As part of its ongoing OpChina campaign, Anonymous hackers have targeted Chinese government websites, posting the stolen data online.

News of the attack broke on Wednesday, when RevolutionSec - a group believed to be associated with the larger Anonymous collective - issued statements claiming to have successfully breached a Chinese government trade site.

The information was released via two Pastebin statements linked RevolutionSec's opening tweets. The allegedly leaked data included the usernames and encrypted passwords of over 8,000 accounts.

Credited as a part of OpChina, the links were subsequently tweeted by several Twitter accounts associated with Anonymous, many repeating RevolutionSec's: "Bring down the great firewall of china" call to arms.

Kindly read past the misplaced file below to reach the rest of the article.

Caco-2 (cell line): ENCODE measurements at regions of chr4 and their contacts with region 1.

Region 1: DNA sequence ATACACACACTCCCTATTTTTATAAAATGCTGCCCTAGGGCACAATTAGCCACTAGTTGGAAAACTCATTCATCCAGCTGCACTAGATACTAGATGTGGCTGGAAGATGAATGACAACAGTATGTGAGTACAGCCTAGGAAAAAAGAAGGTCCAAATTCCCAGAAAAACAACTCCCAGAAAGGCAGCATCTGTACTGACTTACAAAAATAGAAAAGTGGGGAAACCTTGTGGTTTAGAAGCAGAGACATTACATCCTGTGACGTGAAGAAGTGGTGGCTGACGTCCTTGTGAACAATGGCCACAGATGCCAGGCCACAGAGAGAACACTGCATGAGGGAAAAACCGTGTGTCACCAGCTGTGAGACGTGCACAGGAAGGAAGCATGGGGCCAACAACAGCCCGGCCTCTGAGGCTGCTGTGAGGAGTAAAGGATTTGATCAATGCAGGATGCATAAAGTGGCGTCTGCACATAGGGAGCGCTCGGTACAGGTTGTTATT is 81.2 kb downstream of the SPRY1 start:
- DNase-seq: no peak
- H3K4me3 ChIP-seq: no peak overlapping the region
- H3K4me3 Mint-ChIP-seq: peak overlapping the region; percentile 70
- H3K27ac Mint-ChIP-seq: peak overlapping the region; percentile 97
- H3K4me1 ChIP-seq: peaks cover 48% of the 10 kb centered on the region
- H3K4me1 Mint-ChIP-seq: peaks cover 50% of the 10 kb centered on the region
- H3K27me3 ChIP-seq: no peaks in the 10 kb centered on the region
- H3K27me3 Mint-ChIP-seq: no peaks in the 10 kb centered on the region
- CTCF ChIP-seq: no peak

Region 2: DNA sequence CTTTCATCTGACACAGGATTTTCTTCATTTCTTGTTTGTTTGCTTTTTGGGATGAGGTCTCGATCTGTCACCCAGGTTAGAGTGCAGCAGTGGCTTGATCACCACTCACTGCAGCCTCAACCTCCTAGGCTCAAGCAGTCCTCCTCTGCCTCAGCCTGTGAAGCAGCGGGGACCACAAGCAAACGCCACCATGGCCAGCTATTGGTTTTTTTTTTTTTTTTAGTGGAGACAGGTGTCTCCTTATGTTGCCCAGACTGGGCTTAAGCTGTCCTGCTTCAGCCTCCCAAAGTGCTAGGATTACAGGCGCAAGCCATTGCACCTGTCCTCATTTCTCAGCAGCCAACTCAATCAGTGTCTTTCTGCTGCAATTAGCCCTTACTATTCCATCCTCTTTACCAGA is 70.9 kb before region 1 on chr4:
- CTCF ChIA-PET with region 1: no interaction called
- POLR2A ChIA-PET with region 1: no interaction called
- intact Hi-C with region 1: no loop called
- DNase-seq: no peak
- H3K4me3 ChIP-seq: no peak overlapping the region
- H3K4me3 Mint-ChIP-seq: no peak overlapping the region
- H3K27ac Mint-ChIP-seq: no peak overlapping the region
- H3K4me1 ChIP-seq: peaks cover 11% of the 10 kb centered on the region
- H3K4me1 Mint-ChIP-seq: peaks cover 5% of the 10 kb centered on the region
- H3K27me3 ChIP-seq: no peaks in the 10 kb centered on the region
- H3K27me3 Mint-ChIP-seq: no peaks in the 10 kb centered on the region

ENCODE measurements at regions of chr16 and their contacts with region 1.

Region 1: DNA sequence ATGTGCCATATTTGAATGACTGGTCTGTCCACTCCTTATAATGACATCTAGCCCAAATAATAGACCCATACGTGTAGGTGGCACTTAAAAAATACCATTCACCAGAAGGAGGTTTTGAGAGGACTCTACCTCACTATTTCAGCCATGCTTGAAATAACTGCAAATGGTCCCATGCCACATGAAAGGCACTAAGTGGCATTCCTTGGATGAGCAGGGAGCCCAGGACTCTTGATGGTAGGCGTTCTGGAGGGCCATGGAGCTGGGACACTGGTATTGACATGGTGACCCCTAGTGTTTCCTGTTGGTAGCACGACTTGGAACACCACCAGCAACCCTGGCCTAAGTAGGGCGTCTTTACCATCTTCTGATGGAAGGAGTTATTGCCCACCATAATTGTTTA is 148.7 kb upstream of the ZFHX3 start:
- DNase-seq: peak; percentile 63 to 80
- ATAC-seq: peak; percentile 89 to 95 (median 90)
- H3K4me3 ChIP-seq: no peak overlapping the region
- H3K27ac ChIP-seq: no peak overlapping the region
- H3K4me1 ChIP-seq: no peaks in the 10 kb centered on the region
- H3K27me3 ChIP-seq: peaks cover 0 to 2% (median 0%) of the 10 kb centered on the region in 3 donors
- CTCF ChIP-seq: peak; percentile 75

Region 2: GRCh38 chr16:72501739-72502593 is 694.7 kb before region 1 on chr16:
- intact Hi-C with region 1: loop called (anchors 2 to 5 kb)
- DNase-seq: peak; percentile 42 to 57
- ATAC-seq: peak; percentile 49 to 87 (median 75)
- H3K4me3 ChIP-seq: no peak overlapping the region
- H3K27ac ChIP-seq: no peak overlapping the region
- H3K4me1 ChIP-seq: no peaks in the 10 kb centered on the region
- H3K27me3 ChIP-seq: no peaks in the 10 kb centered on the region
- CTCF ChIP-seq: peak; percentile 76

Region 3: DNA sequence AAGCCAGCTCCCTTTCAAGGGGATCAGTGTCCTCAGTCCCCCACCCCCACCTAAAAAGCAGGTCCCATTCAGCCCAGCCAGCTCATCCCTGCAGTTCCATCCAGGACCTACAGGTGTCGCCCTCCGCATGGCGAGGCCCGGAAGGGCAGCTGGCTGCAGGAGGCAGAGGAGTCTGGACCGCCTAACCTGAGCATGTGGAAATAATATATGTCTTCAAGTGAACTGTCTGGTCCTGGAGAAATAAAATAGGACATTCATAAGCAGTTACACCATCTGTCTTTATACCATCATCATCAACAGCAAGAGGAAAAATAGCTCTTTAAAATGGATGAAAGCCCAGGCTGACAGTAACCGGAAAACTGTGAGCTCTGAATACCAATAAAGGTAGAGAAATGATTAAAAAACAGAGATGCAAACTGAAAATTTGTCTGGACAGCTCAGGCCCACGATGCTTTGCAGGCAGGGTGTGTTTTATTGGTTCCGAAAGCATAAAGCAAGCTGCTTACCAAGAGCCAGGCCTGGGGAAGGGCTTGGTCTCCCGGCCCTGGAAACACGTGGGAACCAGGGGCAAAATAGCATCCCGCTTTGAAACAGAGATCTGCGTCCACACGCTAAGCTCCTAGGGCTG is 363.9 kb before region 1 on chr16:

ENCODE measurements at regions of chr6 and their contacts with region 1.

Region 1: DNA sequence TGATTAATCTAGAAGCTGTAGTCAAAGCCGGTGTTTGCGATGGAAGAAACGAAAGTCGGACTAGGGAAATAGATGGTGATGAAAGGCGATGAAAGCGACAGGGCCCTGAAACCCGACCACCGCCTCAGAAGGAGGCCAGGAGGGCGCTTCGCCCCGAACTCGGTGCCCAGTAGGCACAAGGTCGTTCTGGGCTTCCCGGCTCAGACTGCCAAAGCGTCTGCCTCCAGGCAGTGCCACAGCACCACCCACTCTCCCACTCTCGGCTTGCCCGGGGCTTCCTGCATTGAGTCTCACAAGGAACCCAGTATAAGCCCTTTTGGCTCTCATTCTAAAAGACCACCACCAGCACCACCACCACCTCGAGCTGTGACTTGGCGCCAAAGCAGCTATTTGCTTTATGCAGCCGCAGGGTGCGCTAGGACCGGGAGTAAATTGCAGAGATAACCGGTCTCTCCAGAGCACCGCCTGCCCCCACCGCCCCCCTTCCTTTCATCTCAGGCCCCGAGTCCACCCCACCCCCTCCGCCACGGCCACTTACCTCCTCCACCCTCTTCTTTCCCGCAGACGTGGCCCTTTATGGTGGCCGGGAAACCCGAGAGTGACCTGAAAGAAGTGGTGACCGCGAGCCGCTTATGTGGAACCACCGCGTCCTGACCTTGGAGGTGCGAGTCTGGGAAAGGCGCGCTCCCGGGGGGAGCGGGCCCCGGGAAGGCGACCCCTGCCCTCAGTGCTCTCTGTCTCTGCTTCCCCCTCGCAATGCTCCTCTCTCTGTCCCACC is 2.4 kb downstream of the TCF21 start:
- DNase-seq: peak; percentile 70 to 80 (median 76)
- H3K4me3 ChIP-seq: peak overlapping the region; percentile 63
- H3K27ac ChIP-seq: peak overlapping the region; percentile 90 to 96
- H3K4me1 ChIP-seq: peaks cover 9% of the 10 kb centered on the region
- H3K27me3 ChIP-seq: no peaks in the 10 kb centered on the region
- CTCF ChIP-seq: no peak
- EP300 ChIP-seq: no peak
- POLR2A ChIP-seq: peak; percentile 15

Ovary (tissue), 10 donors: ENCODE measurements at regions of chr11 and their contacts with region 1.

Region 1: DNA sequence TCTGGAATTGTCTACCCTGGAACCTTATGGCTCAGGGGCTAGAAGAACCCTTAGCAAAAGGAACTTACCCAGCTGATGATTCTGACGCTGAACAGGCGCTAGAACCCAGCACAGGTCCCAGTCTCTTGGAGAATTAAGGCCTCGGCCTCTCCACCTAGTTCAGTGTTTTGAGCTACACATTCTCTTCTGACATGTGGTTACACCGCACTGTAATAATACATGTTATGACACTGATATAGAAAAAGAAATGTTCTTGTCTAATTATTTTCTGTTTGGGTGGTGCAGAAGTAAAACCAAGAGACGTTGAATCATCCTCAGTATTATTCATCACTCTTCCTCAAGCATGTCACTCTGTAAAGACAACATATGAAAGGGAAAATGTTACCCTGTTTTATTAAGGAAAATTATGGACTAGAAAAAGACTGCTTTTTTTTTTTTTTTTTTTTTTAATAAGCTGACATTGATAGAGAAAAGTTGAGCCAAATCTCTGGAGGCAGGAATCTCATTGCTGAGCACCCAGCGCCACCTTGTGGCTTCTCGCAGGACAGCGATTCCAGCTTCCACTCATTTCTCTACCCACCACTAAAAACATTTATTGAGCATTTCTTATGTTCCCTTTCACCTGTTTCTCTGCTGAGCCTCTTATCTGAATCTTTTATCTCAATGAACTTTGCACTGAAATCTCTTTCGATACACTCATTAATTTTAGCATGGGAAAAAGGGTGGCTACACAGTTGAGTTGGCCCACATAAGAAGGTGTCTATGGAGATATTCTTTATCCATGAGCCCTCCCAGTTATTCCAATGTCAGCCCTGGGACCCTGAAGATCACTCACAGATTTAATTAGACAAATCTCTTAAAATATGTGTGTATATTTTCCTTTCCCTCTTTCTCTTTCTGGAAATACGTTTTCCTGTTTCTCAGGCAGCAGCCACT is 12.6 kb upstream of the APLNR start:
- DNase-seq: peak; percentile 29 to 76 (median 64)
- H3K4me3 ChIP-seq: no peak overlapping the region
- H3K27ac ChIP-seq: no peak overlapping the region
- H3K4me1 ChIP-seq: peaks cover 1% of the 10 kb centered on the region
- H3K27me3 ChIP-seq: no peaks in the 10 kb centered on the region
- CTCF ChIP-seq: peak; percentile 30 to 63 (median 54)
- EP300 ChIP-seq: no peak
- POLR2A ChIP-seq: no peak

Officially called The Golden Shield Project, the term Great Firewall refers to China's widely criticized Internet censorship policies. Started in 1998 by China's Ministry of Public Security (MPS), the project has gradually granted Chinese authorities the ability to block public access to a number of websites.

Currently the project allows Chinese authorities to block any site associated with "outlaw" or suppressed groups, any news outlets reporting negatively about the Chinese government, sites hosting content the authorities deem obscene or pornographic, sites related to the Dalai Lama and any site housing "subversive" content.

As well as attacks on its censorship policies, China has also been accused of state-sponsored hacking on several occasions. In the past China is believed to have been behind attacks on numerous corporations, governments and agencies including Google, the EU commission and U.S. Chamber of Commerce.

The Chinese Embassy in London didn't respond to requests for comment.